Glico finds partner for Korean market

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Glico finds partner for Korean market


Katsuhisa Ezaki

OSAKA, Japan - In the heart of Osaka, Dotonbori Street can be compared to New York City’s Times Square. One of its main landmarks is a 25-meter (82-foot) electronic display showing a runner coming across the finish line with his arms outstretched.

Glico Man, as he is known, has been celebrating his victory in the same spot for nearly eight decades.

Glico Man is the symbol of one of Japan’s most famous confectionery companies, which now has big plans to expand its presence in neighboring Korea.

In an interview with the JoongAng Ilbo at the company’s headquarters in Osaka late last month, Glico CEO Katsuhisa Ezaki admitted it has taken a long time for the Japanese confectionery company to land in the Korean market despite its geographical closeness.

“Glico, which has expanded to roughly 30 or so countries across the globe [since its establishment], has taken 91 years to arrive in neighboring Korea,” Ezaki said.

The 72-year-old Ezaki is a third-generation descendent of the company’s founding family.

Glico entered the Korean market through a joint venture with the Korean confectionery company Haitai in 2011 to launch Pocky, the original chocolate-covered biscuit stick, know better to Koreans through Lotte’s similar product, Pepero.

The Korean company invested 40 percent in the joint venture while Glico has a 60 percent stake.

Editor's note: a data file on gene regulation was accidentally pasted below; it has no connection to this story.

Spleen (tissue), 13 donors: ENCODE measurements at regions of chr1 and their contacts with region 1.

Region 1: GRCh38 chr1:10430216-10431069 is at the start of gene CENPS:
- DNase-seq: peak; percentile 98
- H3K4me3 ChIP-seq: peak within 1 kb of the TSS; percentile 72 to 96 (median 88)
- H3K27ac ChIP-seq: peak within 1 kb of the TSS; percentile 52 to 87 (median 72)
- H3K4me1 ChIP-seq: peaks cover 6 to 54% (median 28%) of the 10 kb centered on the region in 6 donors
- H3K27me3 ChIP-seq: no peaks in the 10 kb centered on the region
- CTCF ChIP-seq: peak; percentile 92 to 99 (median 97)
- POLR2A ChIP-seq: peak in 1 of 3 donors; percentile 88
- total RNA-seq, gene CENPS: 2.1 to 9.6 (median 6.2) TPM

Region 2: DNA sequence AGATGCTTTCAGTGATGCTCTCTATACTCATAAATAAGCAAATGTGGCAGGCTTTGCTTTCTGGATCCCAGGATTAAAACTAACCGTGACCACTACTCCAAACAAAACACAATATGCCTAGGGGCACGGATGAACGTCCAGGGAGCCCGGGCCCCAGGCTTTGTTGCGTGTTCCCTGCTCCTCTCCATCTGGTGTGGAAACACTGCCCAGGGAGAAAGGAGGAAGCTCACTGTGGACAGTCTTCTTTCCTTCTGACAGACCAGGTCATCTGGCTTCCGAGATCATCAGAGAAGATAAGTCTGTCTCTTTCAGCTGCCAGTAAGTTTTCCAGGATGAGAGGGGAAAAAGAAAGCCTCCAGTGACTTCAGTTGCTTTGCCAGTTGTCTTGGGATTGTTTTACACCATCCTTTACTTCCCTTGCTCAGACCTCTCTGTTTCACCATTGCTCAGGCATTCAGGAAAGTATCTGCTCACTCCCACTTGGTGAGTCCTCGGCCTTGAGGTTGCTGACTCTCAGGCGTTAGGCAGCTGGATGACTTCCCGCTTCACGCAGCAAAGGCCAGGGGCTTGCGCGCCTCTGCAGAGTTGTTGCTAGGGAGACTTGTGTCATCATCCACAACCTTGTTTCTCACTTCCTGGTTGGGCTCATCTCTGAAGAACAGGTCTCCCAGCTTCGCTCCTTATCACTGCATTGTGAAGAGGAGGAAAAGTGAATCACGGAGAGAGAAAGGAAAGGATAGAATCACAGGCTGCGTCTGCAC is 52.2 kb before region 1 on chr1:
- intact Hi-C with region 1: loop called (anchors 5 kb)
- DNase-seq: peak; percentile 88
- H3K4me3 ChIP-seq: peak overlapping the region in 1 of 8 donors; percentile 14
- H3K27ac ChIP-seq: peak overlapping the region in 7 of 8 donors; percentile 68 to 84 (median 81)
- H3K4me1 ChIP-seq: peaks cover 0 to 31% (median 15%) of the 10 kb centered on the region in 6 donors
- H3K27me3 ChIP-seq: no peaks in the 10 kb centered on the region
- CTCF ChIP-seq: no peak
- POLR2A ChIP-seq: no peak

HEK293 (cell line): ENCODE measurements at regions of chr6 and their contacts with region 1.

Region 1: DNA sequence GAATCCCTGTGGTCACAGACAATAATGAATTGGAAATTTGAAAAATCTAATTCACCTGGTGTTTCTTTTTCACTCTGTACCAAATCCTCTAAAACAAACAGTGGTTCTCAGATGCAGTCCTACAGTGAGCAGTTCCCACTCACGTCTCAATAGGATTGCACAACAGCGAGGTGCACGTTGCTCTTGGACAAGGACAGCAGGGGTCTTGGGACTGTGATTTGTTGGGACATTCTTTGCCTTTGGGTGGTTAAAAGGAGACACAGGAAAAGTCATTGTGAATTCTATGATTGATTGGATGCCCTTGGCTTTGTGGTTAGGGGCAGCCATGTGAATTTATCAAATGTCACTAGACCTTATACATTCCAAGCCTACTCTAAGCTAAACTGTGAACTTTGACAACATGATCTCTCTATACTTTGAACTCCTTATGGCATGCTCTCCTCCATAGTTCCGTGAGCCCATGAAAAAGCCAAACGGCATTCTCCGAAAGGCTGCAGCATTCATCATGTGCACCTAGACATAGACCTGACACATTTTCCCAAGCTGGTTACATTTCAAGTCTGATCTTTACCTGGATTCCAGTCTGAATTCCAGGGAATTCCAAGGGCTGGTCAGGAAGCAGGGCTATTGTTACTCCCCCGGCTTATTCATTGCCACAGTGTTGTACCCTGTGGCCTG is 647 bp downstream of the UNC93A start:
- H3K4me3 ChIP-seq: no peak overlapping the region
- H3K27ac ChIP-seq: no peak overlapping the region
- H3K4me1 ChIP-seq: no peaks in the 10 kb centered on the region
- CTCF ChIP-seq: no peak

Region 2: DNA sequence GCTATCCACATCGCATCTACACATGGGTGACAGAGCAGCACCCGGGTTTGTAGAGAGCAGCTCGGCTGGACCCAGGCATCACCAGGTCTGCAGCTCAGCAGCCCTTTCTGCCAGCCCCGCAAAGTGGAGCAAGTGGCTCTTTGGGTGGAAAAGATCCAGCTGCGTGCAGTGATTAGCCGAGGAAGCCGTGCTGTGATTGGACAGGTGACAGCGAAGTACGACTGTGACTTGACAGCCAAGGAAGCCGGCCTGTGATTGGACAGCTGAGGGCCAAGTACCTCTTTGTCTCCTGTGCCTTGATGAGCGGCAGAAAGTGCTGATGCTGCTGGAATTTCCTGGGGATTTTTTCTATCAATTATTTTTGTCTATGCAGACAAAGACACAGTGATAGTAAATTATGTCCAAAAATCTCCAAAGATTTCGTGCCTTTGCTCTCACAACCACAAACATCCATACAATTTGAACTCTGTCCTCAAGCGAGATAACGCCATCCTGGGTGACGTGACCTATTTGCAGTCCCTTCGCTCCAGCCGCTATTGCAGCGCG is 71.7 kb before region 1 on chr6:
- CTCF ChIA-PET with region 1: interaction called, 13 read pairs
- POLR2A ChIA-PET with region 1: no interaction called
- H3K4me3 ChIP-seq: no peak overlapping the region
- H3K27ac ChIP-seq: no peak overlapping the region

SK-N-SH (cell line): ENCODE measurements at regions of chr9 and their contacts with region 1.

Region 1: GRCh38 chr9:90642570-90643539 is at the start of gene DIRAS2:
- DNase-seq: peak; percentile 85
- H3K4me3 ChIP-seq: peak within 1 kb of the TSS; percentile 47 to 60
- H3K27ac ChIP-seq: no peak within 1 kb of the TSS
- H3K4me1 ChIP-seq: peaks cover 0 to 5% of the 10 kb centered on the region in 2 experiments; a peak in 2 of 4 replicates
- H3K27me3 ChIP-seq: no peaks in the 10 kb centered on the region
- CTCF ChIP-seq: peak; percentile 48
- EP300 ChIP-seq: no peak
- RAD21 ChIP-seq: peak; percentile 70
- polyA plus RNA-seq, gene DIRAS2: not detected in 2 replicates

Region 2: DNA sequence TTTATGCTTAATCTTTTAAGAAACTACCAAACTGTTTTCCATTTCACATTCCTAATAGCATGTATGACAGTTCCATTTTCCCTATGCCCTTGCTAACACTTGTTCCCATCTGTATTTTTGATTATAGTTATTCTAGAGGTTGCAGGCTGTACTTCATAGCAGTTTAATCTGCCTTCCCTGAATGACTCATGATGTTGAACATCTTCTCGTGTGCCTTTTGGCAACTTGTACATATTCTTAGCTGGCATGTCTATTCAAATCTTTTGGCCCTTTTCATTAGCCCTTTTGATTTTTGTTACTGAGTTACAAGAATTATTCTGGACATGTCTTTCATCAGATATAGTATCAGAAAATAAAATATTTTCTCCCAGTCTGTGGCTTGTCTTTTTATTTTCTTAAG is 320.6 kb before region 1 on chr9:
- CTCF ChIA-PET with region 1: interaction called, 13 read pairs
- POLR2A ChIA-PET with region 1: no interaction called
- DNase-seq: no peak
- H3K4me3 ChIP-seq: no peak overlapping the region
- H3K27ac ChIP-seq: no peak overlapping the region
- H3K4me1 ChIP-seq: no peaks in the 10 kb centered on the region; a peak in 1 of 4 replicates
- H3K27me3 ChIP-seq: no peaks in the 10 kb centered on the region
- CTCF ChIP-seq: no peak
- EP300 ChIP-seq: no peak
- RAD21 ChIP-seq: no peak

Nov. 11 is now considered Pepero day in Korea, on which people exchange the popular snack to show good will or romantic intentions.

Pocky, first launched by the Japanese company in 1966, is a steady seller, and the company sells roughly 500 million boxes every year across the world.

Ezaki said Korea’s unique retail distribution structure was the main reason it took so long for the Japanese company to enter the country.

“In Japan, the manufacturer’s work is complete when it supplies its product to the wholesaler, but in Korea, the manufacturer delivers the goods even directly to the retail operators,” Ezaki said. “This is an unusual structure in the global market.”

Ezaki hinted that such a distribution system acts as an entrance barrier for foreign companies without their own distribution networks.

This was the reason why it joined forces with Haitai. Ezaki said Glico’s strategy was not to focus its energy on competing with local brands but creating synergy by complementing its partner’s strength.

In the joint venture with Haitai, Glico is passing down its own know-how and manufacturing technologies in making Pocky-like snacks while the Korean company provides its own knowledge and distribution to retailers.

The Japanese CEO was confident that Glico’s products will succeed in grabbing the attention of Korean consumers.

“Since there is a similarity in preferences between Japanese and Korean consumers, Glico products that have succeeded here will also succeed in Korea,” Ezaki said.

Glico has not only been successful with Pocky but other products ranging from ice cream, milk, pudding and even curry.

“The launching of Pocky in Korea is just the beginning,” Ezaki said. “We plan on expanding our products in Korea.”

He added that high-quality Glico products marketed in smaller packaging will have a competitive advantage over Korean products sold in larger quantities as the family structure in Korea changes.

He cited the fact that the number of people living alone has been growing sharply, particularly in the greater Seoul area in recent years.

Ezaki wasn’t overly concerned about the aging population in both countries. Instead, he said, they represent an opportunity to broaden his customer base to a different generation while also expanding the development of more healthy products.

“Glico’s philosophy of contributing to health through [good] taste is becoming more valid as times change,” Ezaki said. “We plan to introduce to the Korean market healthy products that resulted from extensive research and development such as low-calorie ice cream or gum that prevents cavities.”

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